[time-nuts] Allan variance by sine-wave fitting
jimlux
jimlux at earthlink.net
Mon Nov 27 18:03:08 EST 2017
On 11/27/17 2:45 PM, Magnus Danielson wrote:
>
> There is nothing wrong about attempting new approaches, or even just
> test and idea and see how it pans out. You should then compare it to a
> number of other approaches, and as you test things, you should analyze
> the same data with different methods. Prototyping that in Python is
> fine, but in order to analyze it, you need to be careful about the details.
>
> I would consider one just doing the measurements and then try different
> post-processings and see how those vary.
> Another paper then takes up on that and attempts analysis that matches
> the numbers from actual measurements.
>
> So, we might provide tough love, but there is a bit of experience behind
> it, so it should be listened to carefully.
>
It is tough to come up with good artificial test data - the literature
on generating "noise samples" is significantly thinner than the
literature on measuring the noise.
When it comes to measuring actual signals with actual ADCs, there's also
a number of traps - you can design a nice approach, using the SNR/ENOB
data from the data sheet, and get seemingly good data.
The challenge is really in coming up with good *tests* of your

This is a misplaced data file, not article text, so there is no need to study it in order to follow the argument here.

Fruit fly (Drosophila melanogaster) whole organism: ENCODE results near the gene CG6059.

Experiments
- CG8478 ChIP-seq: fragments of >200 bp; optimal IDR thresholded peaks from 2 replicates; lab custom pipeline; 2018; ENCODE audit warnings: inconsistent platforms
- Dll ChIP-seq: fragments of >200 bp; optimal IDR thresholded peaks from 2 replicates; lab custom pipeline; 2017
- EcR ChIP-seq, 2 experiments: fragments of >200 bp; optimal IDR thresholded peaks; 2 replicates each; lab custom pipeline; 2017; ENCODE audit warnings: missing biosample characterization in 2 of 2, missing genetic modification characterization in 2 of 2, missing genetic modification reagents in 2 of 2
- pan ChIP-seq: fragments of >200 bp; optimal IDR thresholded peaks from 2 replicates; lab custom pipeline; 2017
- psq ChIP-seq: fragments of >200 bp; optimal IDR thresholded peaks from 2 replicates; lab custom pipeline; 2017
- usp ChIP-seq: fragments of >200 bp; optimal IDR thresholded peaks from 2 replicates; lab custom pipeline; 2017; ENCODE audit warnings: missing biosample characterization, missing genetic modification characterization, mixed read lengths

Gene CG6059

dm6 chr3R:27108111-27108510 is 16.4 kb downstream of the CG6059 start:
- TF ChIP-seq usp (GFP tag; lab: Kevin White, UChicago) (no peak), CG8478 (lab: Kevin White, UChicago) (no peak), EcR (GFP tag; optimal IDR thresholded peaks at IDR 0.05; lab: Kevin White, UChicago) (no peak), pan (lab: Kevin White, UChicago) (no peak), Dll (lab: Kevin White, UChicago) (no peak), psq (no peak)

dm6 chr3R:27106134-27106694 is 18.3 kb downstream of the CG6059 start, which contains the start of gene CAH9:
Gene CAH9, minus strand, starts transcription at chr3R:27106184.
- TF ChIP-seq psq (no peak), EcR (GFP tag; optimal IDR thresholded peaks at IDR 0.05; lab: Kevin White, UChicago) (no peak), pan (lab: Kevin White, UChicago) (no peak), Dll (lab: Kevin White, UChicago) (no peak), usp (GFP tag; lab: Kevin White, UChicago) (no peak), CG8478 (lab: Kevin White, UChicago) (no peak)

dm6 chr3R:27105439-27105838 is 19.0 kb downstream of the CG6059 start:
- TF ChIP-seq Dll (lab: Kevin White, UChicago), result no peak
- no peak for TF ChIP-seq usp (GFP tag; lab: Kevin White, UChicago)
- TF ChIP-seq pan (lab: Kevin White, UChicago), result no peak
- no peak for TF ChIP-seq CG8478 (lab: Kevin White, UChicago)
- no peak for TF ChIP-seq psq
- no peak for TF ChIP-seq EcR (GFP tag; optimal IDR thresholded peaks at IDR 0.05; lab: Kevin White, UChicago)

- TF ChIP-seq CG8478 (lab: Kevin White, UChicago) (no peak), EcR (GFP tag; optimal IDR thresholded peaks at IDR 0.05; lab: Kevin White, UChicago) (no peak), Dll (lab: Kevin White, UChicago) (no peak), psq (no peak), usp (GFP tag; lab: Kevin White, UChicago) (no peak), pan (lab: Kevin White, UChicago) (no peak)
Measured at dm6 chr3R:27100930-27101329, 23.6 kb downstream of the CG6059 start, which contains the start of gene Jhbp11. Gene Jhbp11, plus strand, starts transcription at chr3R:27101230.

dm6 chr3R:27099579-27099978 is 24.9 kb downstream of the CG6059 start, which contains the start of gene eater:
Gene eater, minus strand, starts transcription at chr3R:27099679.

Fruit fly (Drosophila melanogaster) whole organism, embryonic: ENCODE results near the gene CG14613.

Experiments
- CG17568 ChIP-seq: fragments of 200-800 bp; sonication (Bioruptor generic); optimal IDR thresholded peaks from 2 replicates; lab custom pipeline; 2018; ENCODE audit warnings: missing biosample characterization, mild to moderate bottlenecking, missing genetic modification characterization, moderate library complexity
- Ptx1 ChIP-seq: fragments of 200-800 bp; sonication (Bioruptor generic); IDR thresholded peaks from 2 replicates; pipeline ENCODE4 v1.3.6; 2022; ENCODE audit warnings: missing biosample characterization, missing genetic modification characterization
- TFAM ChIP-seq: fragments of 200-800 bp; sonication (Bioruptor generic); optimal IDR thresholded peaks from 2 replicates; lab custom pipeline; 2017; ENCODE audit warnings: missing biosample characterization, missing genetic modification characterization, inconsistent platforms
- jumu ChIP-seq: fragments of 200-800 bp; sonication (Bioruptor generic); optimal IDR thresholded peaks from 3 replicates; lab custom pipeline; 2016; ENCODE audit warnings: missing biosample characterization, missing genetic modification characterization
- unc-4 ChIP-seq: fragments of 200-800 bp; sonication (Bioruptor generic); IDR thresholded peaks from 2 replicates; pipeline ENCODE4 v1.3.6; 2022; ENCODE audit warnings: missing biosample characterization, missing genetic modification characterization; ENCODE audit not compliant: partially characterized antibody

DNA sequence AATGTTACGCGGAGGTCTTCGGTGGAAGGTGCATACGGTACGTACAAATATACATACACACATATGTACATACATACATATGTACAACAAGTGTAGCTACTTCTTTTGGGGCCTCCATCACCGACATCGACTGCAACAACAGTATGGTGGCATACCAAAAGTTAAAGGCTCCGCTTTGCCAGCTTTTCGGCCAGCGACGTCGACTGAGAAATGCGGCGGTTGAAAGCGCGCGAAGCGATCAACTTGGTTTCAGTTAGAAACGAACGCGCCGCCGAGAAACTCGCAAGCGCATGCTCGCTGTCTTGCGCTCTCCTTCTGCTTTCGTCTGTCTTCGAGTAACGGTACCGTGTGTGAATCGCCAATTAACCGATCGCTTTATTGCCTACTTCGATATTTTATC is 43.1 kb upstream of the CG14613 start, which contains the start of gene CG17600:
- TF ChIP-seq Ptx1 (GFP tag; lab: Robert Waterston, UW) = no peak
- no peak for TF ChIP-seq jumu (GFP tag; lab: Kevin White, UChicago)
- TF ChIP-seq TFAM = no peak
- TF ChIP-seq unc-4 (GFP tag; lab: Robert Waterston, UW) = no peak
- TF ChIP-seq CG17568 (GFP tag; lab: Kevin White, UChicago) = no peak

measurement technique that show that it really is giving you what you
think it is.
A trivial example is this (not a noise measuring problem, per se) -
You need to measure the power of a received signal - if the signal is
narrow band, and high SNR, then the bandwidth of the measuring system
(be it a FFT or conventional spectrum analyzer) doesn't make a lot of
difference - the precise filter shape is non-critical. The noise power
that winds up in the measurement bandwidth is small, for instance.
But now, let's say that the signal is a bit wider band or lower SNR or
you're uncertain of its exact frequency, then the shape of the filter
starts to make a big difference.
Now, let’s look at a system where there’s some decimation involved - any
decimation raises the prospect of “out of band signals” aliasing into
the post decimation passband. Now, all of a sudden, the filtering
before the decimator starts to become more important. And the number of
bits you have to carry starts being more important.
It actually took a fair amount of work to *prove* that a system I was
working on
a) accurately measured the signal (in the presence of other large signals)
b) that there weren’t numerical issues causing the strong signal to show
up in the low level signal filter bins
c) that the measured noise floor matched the expectation
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